Citation: 
Zhou H, X Chen, L Wang, X Zhong, G Zhuang, X Li, D Mei, and J Wang.2015."Effect of Graphene with Nanopores on Metal Clusters."Physical Chemistry Chemical Physics. PCCP 17(37):24420-24426. doi:10.1039/c5cp04368a
Authors: 
H Zhou
X Chen
L Wang
X Zhong
G Zhuang
X Li
D Mei
J Wang
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Volume: 
17
Issue: 
37
Pages: 
24420-24426
Publication year: 
2015

Dynamic Structural Changes of SiO2 Supported Pt−Ni Bimetallic Catalysts over Redox Treatments Revealed by NMR and EPR.

Abstract: 

SiO2 supported Pt−Ni bimetallic catalysts with different nickel loadings were prepared and their structural changes after redox treatments were studied by XRD, NMR, and EPR. It is found that the paramagnetic Ni species are mainly located on the surface of silica lattice. The relaxation of detected 29Si nuclei in our samples is mainly governed by a spin-diffusion mechanism. The paramagnetic effects are reflected in the spin−lattice relaxation of Q4 species, with the oxidized samples presenting faster relaxation rates than the corresponding reduced ones. Meanwhile the Q3 species, which are in close contact with the paramagnetic nickel ions, are “spectrally invisible”. In reducing atmosphere Ni gradually diffuses into Pt NPs to form PtNi alloys. While under oxidization treatment, the alloyed Ni atoms migrate outward from the core of Pt NPs and are oxidized. The main EPR spectrum results from reduced nickel species, and the reduced samples show stronger EPR signal than the corresponding oxidized ones. However, in the reduced samples, the superparamagnetic or ferromagnetic metallic Ni particles were inside the PtNi NPs, making their influence on the 29Si relaxation in the SiO2 support weaker than the oxidized samples.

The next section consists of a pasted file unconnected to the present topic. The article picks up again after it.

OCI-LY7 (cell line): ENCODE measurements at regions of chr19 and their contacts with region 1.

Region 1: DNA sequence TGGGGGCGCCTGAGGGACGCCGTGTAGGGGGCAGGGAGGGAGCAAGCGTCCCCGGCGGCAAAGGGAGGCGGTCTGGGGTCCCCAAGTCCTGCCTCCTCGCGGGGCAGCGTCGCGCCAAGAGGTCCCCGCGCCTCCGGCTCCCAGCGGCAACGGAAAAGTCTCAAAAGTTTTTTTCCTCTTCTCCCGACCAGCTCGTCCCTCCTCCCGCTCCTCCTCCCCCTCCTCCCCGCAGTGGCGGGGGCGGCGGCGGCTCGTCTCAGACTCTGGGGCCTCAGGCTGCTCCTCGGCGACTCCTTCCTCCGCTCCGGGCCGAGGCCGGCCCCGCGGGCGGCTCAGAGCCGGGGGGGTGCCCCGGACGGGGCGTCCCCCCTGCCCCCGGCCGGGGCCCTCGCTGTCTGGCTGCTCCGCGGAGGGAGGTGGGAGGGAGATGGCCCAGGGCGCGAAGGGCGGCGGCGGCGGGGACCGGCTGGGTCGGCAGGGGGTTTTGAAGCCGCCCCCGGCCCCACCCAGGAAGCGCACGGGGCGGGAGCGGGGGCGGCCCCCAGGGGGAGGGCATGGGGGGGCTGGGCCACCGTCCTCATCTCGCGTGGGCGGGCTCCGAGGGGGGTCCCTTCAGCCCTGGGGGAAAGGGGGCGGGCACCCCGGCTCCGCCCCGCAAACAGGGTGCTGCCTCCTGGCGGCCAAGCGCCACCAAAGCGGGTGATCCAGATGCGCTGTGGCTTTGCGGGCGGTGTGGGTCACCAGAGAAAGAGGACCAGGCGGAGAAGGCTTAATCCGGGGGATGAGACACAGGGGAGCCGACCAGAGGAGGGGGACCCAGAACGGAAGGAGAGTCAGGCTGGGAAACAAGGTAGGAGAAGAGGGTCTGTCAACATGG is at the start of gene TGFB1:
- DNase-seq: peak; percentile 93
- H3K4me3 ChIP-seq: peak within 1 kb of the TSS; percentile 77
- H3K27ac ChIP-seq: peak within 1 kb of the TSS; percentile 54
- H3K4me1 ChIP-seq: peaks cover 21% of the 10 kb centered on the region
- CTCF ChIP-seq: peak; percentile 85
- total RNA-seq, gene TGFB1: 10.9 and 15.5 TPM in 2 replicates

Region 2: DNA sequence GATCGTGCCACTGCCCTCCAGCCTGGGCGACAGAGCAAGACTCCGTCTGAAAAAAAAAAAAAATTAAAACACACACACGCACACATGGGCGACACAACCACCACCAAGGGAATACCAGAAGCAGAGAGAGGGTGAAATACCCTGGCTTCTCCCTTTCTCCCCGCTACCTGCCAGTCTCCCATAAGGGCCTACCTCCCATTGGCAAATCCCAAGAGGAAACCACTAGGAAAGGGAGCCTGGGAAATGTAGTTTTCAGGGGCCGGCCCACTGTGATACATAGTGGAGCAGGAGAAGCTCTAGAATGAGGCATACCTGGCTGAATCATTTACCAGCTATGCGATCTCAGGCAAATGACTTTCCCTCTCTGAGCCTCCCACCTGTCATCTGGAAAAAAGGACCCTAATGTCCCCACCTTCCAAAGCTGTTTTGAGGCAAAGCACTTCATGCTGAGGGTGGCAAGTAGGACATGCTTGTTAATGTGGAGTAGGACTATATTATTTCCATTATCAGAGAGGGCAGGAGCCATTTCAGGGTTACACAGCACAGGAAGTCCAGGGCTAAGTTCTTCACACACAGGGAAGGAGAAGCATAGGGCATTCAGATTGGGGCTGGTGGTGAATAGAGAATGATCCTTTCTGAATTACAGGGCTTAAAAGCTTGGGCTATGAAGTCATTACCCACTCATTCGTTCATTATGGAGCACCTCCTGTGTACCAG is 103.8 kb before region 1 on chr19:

Citation: 
Xu S, ED Walter, Z Zhao, MY Hu, X Han, JZ Hu, and X Bao.2015."Dynamic Structural Changes of SiO2 Supported Pt?Ni Bimetallic Catalysts over Redox Treatments Revealed by NMR and EPR."Journal of Physical Chemistry C 119(36):21219-21226. doi:10.1021/acs.jpcc.5b06344
Authors: 
Xu S
ED Walter
Z Zhao
MY Hu
X Han
JZ Hu
X Bao
Capabilities: 
Volume: 
119
Issue: 
36
Pages: 
21219-21226
Publication year: 
2015

Effects of Si/Al Ratio on Cu/SSZ-13 NH3-SCR Catalysts: Implications for the active Cu species and the Roles of Brønsted Acidity

Abstract: